Folliott Cornewall

Folliott Herbert Walker Cornewall (1754–1831) was an English bishop of three sees.

Life

He was the second son of Frederick Cornewall of Delbury (1706–1788), captain in the royal navy, by Mary, daughter of Francis Herbert of Ludlow, first cousin of the first Earl of Powis. Charles Cornewall was his granduncle. His brother Frederick (d. 1783) was M.P. for Ludlow in 1780. He was educated for the church, in which, having studied at Eton College and graduated B.A. at St. John's College, Cambridge, in 1777, he took orders.[1]

He proceeded M.A. in 1780, and the same year, through the interest of his second cousin, Charles Wolfran Cornwall, speaker of the House of Commons, he obtained the post of chaplain to the Commons. He was preferred to a canonry at Windsor in 1784 and appointed master of Wigston's Hospital, Leicester, in 1790, dean of Canterbury in 1792, bishop of Bristol in 1797. He exchanged this see to become bishop of Hereford in 1803, and in 1808 he was translated to be bishop of Worcester.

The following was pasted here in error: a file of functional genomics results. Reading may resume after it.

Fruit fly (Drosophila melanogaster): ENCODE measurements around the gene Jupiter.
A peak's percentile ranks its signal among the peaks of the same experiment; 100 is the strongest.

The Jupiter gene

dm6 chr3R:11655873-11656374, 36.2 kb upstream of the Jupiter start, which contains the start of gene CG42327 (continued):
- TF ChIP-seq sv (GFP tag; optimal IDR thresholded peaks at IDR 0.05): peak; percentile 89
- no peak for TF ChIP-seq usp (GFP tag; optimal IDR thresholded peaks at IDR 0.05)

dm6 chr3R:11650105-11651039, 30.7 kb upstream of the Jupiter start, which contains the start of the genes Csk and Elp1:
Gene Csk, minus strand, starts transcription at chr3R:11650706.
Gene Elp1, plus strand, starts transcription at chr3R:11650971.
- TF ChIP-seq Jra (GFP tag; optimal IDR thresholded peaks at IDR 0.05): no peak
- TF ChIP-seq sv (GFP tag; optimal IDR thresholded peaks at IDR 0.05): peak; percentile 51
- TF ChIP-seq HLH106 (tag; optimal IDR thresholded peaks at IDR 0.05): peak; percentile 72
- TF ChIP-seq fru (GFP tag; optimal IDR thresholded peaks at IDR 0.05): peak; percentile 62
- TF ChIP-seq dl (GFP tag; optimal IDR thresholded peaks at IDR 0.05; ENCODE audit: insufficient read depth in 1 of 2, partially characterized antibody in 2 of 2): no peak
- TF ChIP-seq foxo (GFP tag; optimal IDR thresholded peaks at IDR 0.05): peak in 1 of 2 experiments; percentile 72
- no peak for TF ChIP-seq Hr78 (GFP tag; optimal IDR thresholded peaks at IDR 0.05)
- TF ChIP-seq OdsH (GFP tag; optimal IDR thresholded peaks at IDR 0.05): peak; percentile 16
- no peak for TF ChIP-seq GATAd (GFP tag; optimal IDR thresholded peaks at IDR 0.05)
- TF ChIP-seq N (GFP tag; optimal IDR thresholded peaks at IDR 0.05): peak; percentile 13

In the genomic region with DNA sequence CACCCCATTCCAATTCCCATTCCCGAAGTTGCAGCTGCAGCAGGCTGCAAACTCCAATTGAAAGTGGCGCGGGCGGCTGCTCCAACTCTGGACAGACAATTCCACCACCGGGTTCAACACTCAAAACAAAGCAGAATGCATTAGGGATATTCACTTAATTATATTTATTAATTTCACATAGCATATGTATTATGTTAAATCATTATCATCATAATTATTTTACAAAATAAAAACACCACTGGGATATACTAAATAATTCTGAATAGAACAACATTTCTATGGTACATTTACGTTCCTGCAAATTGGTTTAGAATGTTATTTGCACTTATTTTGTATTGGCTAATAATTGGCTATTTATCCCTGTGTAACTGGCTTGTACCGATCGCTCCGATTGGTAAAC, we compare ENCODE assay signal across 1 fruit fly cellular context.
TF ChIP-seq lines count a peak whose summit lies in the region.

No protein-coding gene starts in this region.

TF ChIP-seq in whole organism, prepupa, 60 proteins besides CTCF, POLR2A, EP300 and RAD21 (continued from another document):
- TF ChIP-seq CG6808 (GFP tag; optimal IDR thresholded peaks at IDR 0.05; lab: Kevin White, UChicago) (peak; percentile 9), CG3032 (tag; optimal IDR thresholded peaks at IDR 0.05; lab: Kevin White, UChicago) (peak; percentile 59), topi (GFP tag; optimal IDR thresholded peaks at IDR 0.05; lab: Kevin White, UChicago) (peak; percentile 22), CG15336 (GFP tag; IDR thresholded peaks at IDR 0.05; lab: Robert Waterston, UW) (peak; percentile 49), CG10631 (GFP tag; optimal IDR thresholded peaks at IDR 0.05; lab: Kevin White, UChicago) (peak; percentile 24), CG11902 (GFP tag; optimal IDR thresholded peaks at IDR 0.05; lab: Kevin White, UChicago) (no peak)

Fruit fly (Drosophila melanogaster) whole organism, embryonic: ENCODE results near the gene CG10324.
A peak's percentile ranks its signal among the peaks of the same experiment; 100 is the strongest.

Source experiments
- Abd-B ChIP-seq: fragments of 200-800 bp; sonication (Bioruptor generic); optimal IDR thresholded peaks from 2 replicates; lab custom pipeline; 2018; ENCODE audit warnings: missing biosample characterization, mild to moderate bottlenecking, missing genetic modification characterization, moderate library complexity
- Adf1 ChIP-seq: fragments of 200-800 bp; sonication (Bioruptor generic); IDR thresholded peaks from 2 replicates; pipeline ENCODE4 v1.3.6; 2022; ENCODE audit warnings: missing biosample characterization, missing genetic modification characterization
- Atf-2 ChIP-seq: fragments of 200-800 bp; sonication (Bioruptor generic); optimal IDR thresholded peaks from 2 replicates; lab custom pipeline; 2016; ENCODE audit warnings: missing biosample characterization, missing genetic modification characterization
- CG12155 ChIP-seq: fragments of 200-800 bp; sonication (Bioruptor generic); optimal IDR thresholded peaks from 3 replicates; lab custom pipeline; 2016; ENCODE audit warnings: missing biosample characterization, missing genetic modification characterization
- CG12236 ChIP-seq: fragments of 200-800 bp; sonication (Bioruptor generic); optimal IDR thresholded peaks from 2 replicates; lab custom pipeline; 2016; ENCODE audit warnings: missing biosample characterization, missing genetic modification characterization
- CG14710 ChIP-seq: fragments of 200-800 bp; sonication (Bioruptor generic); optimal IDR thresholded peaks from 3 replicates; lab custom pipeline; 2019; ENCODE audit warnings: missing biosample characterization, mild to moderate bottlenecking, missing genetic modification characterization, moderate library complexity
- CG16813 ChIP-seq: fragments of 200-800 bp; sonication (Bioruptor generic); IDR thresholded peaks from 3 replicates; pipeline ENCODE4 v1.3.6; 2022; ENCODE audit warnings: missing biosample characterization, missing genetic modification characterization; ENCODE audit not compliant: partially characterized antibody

He died on 5 September 1831 at Hartlebury, and was buried in the family vault at Delbury, Shropshire. Cornewall married Anne, eldest daughter of George Hamilton, canon of Windsor, by whom he had issue two sons and one daughter. He published 'A Sermon preached before the House of Commons on 30 Jan. 1782,' and also 'A Fast Sermon preached before the House of Lords in 1798.'

Notes

References

  • public domain: 
Church of England titles
Preceded by
William Buller
Dean of Canterbury
1792–1797
Succeeded by
Thomas Powys
Preceded by
Henry Reginald Courtenay
Bishop of Bristol
1797–1802
Succeeded by
George Pelham
Preceded by
John Butler
Bishop of Hereford
1802–1808
Succeeded by
John Luxmore
Preceded by
Richard Hurd
Bishop of Worcester
1808–1831
Succeeded by
Robert James Carr

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